Friday, April 19, 2013

So you want to lead a Church?

1Timothy 3:1-13  The saying is sure: whoever aspires to the office of bishop desires a noble task. Now a bishop must be above reproach, married only once, temperate, sensible, respectable, hospitable, an apt teacher,  not a drunkard, not violent but gentle, not quarrelsome, and not a lover of money.  He must manage his own household well, keeping his children submissive and respectful in every way--  for if someone does not know how to manage his own household, how can he take care of God's church?  He must not be a recent convert, or he may be puffed up with conceit and fall into the condemnation of the devil.  Moreover, he must be well thought of by outsiders, so that he may not fall into disgrace and the snare of the devil.  Deacons likewise must be serious, not double-tongued, not indulging in much wine, not greedy for money;  they must hold fast to the mystery of the faith with a clear conscience.   And let them first be tested; then, if they prove themselves blameless, let them serve as deacons.   Women likewise must be serious, not slanderers, but temperate, faithful in all things.  Let deacons be married only once, and let them manage their children and their households well;   for those who serve well as deacons gain a good standing for themselves and great boldness in the faith that is in Christ Jesus.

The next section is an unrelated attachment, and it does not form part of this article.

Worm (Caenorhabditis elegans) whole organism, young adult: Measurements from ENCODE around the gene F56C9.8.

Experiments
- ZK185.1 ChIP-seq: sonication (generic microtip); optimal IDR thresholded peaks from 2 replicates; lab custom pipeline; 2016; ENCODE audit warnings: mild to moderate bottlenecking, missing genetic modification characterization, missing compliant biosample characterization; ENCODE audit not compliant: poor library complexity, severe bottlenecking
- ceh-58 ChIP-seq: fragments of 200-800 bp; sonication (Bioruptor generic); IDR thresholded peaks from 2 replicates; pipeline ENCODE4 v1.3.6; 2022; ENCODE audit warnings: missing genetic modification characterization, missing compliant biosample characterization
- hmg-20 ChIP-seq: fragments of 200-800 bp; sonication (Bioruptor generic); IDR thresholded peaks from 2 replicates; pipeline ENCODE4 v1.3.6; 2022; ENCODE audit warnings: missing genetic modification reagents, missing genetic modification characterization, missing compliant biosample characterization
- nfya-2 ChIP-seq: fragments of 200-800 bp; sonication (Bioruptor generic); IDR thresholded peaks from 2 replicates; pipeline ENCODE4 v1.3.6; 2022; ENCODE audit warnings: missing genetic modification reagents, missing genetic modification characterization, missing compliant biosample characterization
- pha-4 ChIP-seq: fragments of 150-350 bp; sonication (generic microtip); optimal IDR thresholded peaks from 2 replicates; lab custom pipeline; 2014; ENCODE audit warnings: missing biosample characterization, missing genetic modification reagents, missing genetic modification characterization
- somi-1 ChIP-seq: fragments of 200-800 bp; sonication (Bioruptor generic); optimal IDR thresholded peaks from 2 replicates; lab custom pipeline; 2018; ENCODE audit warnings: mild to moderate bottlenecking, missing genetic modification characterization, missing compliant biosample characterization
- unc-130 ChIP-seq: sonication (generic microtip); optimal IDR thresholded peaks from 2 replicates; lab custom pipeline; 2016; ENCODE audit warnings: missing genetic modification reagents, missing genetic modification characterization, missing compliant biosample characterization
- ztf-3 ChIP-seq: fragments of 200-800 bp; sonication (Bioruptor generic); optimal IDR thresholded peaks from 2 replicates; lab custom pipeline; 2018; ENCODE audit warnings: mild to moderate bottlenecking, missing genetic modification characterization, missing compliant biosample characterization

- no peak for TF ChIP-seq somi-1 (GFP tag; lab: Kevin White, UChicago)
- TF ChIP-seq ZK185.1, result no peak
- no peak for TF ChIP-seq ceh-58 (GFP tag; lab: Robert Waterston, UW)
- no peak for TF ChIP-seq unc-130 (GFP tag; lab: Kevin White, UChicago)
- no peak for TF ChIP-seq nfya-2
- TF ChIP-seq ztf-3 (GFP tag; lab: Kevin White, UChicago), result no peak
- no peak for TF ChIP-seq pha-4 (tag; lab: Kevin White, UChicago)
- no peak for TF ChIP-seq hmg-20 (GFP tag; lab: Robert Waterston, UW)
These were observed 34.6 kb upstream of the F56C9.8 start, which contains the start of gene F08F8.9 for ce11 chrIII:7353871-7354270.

If you were to invite people to apply for positions as church leaders, what kind of people would you want? I suspect we often look for people who have shown success in their lives – they hold down prestigious jobs; they are popular in the community; they are capable managers of people. All too often churches manage themselves like businesses, and look for leaders who can run a successful business.
The two offices of church leader mentioned in 1 Timothy are  πρεσβύτερος / elder and  διάκονος  / deacon. Churches have variously translated these names as bishop/minister/presbyter and steward/deacon/leader respectively. While the names used do not really matter, the qualities listed in 1 Timothy 3 as requirements for a church leader remain unchanged: these are all about moral character rather than success at business.

Pray for your church leadership – that they might grow the qualities of Godly leadership. Now think of one church leader you know who you can encourage in their walk with Jesus.    



Fourth  Sunday of Easter
The Good Shepherd
Scripture reading taken from A Guide to Prayer for Ministers and Other Servants p.160




  1. Thanks for the reminder. We often fall into the trap of assuming that running a "church" is the same as running a business.
    One is about people while the other is about "stuff".

  2. What I have found rather distessing is a lack of spiritual maturity (which I think is a result of laziness/ tardiness/ non-accountability in a personal relationship with God) in those appointed to leadership roles within the church community. Which makes me wonder - are we actually making disciples. If we aren't, then the challenge for us to face is - are we being disciples ourselves? If we are, then these characteristics given in the Timothy passage, would be visible/ noticeable. Another concern is that those who are 'qualified' in terms of their character development, and who display spiritual maturity, refuse to be considered for leadership roles...